Djibril Diop Mambéty’s “Touki Bouki” was the only film from a Black filmmaker to feature on the 2012 list. This year, it’s joined by six other films, including Dash’s “Daughters of the Dust” (the sole film from a Black woman to be featured on the list), Spike Lee’s “Do the Right Thing,” Charles Burnett’s “Killer of Sheep,” “Barry Jenkins’ “Moonlight,” Jordan Peele’s “Get Out,” and Ousmane Sembène’s “Black Girl.”

The 2012 list featured “In the Mood for Love” and “Mulholland Drive” as the only two films from the 21st century — both were first released in 2001. This year, in addition to taking the top 10, they’re joined by “The Gleaners and I,” “Moonlight,” “Get Out,” “Spirited Away,” and “Tropical Malady.” “Portrait of a Lady on Fire” and Bong Joon Ho’s “Parasite,” both released in 2019, are the two most recent films to make the list. “My Neighbor Totoro” and “Spirited Away” by Hayao Miyazaki are the only animated films to make the list.

Sight & Sound conducts the greatest films of all time poll every decade, surveying a group of international film critics, who submit their personal top 10 lists. In addition, distinguished and renowned directors are invited to participate in a separate poll on their favorite films. This year, 480 filmmakers — including Martin Scorsese, Barry Jenkins, Sofia Coppola, Bong Joon Ho, Lynne Ramsay, and Mike Leigh — participated, with “2001: A Space Odyssey” being ranked as their top film. “Jeanne Dielman” ranked four on the director’s list.

First established in 1932, Sight & Sound is a monthly film magazine owned and operated by the U.K.’s British Film Institute. Aside from the poll, the magazine features reviews of all theatrically released films each month, along with interviews with directors. Williams serves as the editor of the publication, having taken over in 2019 after longtime editor-in-chief Nick James stepped down.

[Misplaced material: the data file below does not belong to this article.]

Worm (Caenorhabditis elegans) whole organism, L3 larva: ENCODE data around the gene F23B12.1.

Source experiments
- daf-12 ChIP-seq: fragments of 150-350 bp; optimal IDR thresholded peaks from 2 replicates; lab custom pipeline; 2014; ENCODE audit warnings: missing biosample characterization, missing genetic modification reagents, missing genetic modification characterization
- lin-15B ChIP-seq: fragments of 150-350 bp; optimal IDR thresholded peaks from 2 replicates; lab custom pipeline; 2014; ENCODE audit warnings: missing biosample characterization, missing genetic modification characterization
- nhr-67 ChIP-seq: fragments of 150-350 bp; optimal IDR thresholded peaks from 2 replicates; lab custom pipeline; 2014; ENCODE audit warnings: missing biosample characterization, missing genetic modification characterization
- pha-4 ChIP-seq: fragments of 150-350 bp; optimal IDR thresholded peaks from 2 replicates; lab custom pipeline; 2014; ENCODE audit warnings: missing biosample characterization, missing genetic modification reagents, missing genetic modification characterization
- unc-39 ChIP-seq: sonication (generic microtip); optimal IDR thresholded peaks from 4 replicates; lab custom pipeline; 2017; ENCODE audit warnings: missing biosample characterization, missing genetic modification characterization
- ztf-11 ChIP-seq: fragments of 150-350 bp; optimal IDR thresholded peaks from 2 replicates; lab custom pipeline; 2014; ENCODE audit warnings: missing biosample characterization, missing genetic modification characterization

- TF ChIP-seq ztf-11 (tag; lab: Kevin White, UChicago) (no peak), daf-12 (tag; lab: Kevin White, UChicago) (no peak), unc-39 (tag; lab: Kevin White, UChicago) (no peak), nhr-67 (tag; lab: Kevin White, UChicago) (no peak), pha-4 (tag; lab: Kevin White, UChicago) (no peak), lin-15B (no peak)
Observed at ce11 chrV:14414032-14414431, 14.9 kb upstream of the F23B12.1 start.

It’s fascinating to see how the list changes each decade and how those changes may reflect shifts in film culture. The French New Wave has softened a bit in this critical pool’s esteem: Varda’s “Cléo from 5 to 7” is the highest from the movement, at number 14. “Breathless,” the next highest New Wave classic, and usually near the Top 10 in the past, is now tied for number 38, though there are three other Godard titles on the list: “Le Mepris (Contempt)” tied at 54, and “Pierrot le fou” and “Histoire(s) du Cinema,” each tied at 84. The highest (and only) Truffaut is “The 400 Blows,” tied at 50. Gone is “Jules et Jim,” which appeared on previous editions of the list. Only one film by Jacques Rivette appears, “Celine and Julie Go Boating,” tied at 78. Chris Marker’s “La Jetée” tied for 67, and his later post-nouvelle vague “Sans Soleil” at 59. But there are no films by Resnais, Chabrol, or Malle, nor any from the New Wave-adjacent Jean-Pierre Melville.